The aim of the present study was to examine the antioxidant and antibacterial activity of 21 types of honey derived from Mount Olympus (Mt. Olympus), a region with great plant biodiversity. The antibacterial activity was examined against the growth of Staphylococcus aureus (S. aureus)
and Pseudomonas aeruginosa (P. aeruginosa) by the agar well diffusion assay and the determination of the minimum inhibitory concentration (MIC). The antioxidant activity was assessed by using the 2,2diphenyl1picrylhydrazyl (DPPH) and 2,2'azinobis(3ethylbenzothiazoline6sulphonic acid (ABTS•+)
free radical scavenging assays. These activities were compared to Manuka honey which is used as an alternative medicine. The results revealed that all tested honey types exhibited antibacterial activity against S. aureus and P. aeruginosa. The MIC of the tested honey types against
S. aureus ranged from 3.125 to 12.5% (v/v), while MIC of Manuka honey was determined to be 6.25% (v/v). The MIC values of the tested honey types against P. aeruginosa ranged from 6.25 to 12.5% (v/v) and the MIC of Manuka honey was determined at 12.5% (v/v). Moreover, the
results suggested that the presence of hydrogen peroxide and proteinaceous compounds in the honey types accounted, at least in part, for the antibacterial activity. In addition, the total polyphenolic content (TPC) of the honey types seemed to contribute to the antibacterial activity against
P. aeruginosa. Furthermore, some of the tested honey types exhibited potent free radical scavenging activity against DPPH and ABTS•+ radicals, which was greater than that of Manuka honey. The results indicated that not only the quantity, but also the quality of the polyphenols were
responsible for the antioxidant activity. Moreover, four honey types exhibiting great antioxidant activity were converted to powder using a freeze drying method. The results indicated that following conversion to powder all honey types, apart from one, retained their antioxidant activity,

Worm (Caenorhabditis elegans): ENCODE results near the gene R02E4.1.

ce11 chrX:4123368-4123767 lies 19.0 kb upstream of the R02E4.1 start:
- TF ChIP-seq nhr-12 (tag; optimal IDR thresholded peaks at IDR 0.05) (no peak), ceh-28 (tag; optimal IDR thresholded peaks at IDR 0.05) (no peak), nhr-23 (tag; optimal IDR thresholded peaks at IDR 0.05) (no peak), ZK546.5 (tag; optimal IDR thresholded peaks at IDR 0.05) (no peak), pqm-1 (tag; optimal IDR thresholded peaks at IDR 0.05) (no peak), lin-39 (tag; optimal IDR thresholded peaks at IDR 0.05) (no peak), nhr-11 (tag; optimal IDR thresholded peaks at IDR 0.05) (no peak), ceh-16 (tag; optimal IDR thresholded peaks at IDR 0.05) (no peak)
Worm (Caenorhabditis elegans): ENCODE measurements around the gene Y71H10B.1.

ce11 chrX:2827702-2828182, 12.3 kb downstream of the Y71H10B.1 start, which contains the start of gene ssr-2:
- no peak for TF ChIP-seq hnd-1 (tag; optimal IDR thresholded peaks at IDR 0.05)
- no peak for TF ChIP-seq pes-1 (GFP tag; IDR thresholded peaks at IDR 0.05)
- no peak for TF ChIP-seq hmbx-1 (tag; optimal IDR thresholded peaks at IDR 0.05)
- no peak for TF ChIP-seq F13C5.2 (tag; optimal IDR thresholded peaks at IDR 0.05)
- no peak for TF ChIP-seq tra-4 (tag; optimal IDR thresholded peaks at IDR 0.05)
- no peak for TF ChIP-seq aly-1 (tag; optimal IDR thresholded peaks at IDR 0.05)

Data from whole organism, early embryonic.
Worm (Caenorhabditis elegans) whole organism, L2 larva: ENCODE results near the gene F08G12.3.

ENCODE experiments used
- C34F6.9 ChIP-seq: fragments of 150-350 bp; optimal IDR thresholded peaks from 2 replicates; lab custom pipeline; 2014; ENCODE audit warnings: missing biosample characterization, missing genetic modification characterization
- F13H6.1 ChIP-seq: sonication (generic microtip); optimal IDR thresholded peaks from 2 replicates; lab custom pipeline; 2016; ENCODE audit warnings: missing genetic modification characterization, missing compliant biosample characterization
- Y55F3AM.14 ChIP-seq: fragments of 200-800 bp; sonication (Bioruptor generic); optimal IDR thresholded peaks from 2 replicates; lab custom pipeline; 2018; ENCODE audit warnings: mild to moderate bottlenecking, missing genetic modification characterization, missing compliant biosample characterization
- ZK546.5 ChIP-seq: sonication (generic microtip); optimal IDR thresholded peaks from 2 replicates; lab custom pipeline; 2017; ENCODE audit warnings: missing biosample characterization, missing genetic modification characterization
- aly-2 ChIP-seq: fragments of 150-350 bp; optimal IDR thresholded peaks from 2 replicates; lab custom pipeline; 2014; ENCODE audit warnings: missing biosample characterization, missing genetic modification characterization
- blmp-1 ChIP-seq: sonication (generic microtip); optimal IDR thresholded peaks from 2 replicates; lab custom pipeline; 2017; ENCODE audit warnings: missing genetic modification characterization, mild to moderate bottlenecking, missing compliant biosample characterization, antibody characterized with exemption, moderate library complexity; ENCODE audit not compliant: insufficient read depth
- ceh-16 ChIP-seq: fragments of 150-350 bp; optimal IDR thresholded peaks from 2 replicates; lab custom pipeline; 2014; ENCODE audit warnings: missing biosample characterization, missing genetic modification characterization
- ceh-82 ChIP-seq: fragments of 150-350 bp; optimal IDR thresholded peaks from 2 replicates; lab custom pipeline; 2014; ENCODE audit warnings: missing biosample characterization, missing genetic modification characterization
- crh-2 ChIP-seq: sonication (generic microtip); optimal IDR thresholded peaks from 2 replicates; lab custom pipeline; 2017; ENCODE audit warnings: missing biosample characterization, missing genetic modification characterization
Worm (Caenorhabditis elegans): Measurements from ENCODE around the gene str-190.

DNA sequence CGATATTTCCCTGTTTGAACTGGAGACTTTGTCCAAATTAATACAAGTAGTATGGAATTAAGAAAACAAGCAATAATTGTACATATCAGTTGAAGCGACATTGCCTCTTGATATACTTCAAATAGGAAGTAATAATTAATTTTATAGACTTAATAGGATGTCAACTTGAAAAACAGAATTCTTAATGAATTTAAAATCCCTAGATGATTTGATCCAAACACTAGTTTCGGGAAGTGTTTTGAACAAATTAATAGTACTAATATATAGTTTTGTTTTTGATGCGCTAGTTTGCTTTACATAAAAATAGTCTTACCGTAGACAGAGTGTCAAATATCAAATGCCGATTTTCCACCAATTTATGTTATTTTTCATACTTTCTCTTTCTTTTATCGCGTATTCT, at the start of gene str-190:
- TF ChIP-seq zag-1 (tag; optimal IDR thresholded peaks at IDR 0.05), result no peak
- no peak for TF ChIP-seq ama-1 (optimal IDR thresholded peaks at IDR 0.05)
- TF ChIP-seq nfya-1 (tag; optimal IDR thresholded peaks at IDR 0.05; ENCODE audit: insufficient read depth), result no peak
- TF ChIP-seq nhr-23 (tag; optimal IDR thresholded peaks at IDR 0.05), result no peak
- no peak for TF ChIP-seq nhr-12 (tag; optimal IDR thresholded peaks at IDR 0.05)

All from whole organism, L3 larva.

although their TPC was reduced. On the whole, and at least to the best of our knowledge, the present study is the first that extensively examined the bioactivities of different types of honey derived from Mt. Olympus.
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Document Type: Research Article
Department of Biochemistry and Biotechnology, University of Thessaly, Biopolis, 41500 Larissa, Greece
Department of Biosystems Engineering, Technical Education Institute of Thessaly, 41110 Larissa, Greece
Laboratory of Clinical Virology, Medical School, University of Crete, 71003 Heraklion, Crete, Greece
Publication date: January 1, 2018
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The International Journal of Molecular Medicine is a monthly, peer-reviewed journal devoted to the publication of high quality studies related to the molecular mechanisms of human disease. The journal welcomes research on all aspects of molecular and clinical research, ranging from biochemistry to immunology, pathology, genetics, human genomics, microbiology, molecular pathogenesis, molecular cardiology, molecular surgery and molecular psychology.
The International Journal of Molecular Medicine aims to provide an insight for researchers within the community in regard to developing molecular tools and identifying molecular targets for the diagnosis and treatment of a diverse number of human diseases.
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